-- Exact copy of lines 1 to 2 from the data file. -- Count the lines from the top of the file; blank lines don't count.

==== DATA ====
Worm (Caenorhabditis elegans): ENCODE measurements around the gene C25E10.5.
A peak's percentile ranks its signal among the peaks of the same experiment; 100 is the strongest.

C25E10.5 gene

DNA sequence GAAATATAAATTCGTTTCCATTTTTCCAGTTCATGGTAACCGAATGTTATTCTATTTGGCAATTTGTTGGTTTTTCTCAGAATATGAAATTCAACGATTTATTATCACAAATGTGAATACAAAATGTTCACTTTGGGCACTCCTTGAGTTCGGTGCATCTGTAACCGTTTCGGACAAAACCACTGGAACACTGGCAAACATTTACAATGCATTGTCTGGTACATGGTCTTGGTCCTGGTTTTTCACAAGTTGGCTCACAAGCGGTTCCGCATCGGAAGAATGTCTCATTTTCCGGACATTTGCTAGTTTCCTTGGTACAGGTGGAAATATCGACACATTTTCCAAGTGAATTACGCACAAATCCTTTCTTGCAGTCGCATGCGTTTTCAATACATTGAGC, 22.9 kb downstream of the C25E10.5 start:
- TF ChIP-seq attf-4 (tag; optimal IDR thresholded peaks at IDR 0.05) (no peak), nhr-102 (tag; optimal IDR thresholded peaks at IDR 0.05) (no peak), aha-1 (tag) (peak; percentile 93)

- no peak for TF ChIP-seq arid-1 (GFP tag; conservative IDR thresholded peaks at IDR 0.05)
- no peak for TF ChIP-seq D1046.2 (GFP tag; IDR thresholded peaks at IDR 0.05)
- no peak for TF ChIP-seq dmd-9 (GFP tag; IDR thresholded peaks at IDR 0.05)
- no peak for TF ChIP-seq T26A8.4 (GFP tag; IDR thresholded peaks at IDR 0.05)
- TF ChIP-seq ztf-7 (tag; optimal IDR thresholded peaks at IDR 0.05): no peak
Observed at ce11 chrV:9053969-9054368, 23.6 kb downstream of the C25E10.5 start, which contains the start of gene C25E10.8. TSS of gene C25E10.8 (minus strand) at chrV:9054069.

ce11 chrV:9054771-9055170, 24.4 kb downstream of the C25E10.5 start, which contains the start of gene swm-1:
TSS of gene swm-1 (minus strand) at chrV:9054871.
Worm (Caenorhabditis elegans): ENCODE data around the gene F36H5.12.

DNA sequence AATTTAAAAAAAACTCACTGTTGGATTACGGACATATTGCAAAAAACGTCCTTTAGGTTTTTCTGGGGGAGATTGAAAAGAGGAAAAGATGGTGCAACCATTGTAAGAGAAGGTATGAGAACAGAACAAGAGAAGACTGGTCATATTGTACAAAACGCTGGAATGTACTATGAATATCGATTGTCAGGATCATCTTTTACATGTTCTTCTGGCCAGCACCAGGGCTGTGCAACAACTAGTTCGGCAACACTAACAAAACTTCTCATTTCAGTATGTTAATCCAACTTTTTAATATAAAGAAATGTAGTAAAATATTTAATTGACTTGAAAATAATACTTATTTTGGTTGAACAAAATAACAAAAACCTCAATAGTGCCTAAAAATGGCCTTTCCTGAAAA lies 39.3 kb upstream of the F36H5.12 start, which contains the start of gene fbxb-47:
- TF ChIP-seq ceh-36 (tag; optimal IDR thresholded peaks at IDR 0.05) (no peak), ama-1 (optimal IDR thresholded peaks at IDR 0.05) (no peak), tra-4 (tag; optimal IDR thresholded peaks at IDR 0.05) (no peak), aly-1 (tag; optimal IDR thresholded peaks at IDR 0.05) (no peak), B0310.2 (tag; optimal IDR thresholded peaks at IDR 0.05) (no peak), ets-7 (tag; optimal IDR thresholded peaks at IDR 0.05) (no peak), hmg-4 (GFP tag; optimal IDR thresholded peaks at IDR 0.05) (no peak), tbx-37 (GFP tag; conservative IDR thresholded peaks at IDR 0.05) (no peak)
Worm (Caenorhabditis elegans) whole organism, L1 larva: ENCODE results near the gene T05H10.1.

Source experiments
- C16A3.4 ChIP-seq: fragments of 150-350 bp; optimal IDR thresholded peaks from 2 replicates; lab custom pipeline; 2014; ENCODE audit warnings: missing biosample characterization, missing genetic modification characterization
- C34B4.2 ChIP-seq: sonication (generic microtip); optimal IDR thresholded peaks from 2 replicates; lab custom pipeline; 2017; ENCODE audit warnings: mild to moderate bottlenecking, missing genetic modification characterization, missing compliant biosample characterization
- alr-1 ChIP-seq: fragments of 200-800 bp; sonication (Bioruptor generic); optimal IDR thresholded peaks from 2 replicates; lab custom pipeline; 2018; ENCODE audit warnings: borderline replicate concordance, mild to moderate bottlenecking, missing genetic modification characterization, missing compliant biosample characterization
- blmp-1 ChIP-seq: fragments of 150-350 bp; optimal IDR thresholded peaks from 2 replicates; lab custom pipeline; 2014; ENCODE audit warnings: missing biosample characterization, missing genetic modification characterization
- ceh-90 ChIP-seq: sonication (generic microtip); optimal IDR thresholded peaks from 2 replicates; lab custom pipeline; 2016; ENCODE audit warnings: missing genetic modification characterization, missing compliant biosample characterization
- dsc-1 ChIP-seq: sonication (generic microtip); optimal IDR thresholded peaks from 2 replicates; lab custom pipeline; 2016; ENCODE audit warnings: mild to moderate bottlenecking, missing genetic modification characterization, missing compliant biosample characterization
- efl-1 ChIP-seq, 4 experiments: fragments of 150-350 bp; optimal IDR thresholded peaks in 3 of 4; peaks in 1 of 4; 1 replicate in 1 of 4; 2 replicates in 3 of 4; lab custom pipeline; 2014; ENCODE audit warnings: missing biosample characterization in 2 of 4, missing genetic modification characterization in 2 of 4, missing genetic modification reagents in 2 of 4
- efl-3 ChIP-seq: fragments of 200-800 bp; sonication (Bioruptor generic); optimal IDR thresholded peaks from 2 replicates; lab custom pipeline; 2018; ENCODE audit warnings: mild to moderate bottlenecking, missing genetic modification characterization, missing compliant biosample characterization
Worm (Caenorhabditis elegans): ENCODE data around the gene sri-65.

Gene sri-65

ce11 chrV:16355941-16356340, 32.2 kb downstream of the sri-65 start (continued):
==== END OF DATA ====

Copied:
Worm (Caenorhabditis elegans): ENCODE measurements around the gene C25E10.5.
A peak's percentile ranks its signal among the peaks of the same experiment; 100 is the strongest.